Chung: Do you think working as a lawyer had any impact on how you approached having a creative career?

Guillory: In some ways, it made me think about it as a business earlier than I might have otherwise. Early on, it was relatively easy for me to learn to separate the writing and publishing parts of the job. My background in law, I think, made me more organized and detail-oriented in terms of my approach to the publishing side—I remember being very analytical when I was trying to figure that out.

Chung: So, unlike me, you probably knew how to read your first book contract.

Guillory: Oh, absolutely not! That’s the thing: Publishing is an entirely different language you have to learn. I remember when I got my first book contract, I was like, I know what these words mean, but I don’t know what they mean in this context. I think because I’m familiar with the law, that meant I knew exactly how much I didn’t understand.

Chung: Tell me about your first drafts. You just said that they’re messy—what do you mean by that, and then how do you build on them?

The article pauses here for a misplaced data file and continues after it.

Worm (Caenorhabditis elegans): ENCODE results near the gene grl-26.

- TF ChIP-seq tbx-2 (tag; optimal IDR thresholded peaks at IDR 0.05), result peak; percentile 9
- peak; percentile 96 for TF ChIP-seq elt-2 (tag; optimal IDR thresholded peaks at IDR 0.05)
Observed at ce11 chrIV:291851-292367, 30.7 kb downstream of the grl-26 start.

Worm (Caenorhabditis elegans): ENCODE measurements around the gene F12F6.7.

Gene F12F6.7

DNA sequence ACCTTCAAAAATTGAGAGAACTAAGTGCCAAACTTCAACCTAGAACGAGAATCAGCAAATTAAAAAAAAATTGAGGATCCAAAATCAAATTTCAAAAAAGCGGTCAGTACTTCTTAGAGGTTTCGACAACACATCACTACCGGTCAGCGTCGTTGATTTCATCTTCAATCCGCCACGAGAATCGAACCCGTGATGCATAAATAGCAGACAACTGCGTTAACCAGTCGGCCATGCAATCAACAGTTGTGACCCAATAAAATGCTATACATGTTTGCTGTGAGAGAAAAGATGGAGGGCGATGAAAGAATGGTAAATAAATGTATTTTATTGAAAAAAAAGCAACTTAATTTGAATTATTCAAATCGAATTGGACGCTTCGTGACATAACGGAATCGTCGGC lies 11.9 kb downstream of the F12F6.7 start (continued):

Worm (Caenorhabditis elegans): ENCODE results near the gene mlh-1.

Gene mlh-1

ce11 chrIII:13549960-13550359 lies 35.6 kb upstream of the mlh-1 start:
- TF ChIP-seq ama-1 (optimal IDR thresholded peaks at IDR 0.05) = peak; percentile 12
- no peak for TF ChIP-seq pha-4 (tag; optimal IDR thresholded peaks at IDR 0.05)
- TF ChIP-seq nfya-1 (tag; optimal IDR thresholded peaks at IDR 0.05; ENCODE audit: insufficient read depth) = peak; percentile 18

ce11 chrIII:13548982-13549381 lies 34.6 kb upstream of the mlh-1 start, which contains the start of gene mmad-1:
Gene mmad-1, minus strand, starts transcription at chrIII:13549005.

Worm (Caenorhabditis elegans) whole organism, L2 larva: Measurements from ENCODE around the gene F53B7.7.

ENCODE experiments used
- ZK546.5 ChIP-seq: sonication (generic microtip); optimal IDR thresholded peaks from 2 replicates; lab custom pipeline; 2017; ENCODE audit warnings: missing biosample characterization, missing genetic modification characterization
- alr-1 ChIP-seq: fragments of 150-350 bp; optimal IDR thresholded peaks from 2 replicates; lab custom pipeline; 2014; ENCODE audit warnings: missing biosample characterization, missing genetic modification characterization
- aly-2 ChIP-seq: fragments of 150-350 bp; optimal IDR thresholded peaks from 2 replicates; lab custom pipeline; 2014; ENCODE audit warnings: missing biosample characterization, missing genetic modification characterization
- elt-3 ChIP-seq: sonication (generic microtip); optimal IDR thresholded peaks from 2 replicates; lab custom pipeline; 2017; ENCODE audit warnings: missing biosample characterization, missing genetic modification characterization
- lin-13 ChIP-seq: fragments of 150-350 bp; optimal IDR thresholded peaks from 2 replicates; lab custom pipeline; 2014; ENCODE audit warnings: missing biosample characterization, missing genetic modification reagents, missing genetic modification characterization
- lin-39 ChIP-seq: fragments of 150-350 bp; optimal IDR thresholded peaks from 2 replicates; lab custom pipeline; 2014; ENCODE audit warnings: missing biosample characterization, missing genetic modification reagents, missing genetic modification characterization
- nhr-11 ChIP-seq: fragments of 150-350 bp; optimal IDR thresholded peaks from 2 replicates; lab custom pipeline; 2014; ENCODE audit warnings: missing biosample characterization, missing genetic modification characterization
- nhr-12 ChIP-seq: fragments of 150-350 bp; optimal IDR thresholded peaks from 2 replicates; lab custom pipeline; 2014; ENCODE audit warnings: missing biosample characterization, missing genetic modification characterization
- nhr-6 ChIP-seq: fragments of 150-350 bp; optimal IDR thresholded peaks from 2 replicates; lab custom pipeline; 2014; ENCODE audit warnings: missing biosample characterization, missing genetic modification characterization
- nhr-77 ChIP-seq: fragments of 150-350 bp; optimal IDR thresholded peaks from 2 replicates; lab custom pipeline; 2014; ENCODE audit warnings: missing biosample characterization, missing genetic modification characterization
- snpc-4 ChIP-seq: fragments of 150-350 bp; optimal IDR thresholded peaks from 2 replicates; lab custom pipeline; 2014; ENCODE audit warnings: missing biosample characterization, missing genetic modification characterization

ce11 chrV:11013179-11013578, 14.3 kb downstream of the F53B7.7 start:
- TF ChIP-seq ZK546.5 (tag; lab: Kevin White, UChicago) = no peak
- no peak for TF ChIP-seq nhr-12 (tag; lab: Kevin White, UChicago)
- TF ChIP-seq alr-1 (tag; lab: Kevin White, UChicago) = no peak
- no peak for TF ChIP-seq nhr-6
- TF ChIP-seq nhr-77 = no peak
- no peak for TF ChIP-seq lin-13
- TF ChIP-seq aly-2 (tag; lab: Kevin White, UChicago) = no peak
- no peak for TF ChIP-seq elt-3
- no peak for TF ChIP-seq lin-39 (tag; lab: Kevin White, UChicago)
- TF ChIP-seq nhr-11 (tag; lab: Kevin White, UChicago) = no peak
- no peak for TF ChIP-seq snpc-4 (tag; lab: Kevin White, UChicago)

Guillory: I always have an outline. I will have at least the first third or so in my mind, a general middle, and an ending. As I write and learn more about the story, I’ll keep going back and adding to the outline. For my last book, By the Book, I had a very detailed outline—and then I started writing and got a third of the way in and was like, Nope. I need to start over. I’d never had to start over on a book before, but I had figured out who the main character needed to be and knew what was wrong. For this new book, Drunk on Love, I had a looser outline. I knew the beginning, I knew the first third of the story, but didn’t quite know the rest. With this book, which is set in Napa, I knew the setting would be a family-owned winery, and that at least one of the main characters would work there. Since I live an hour away, I can go there often, and I started doing some research on those trips, asking more questions. I had to get a first draft done before I knew which questions to ask, though—to some degree, I don’t always know what I don’t know until I have the story down.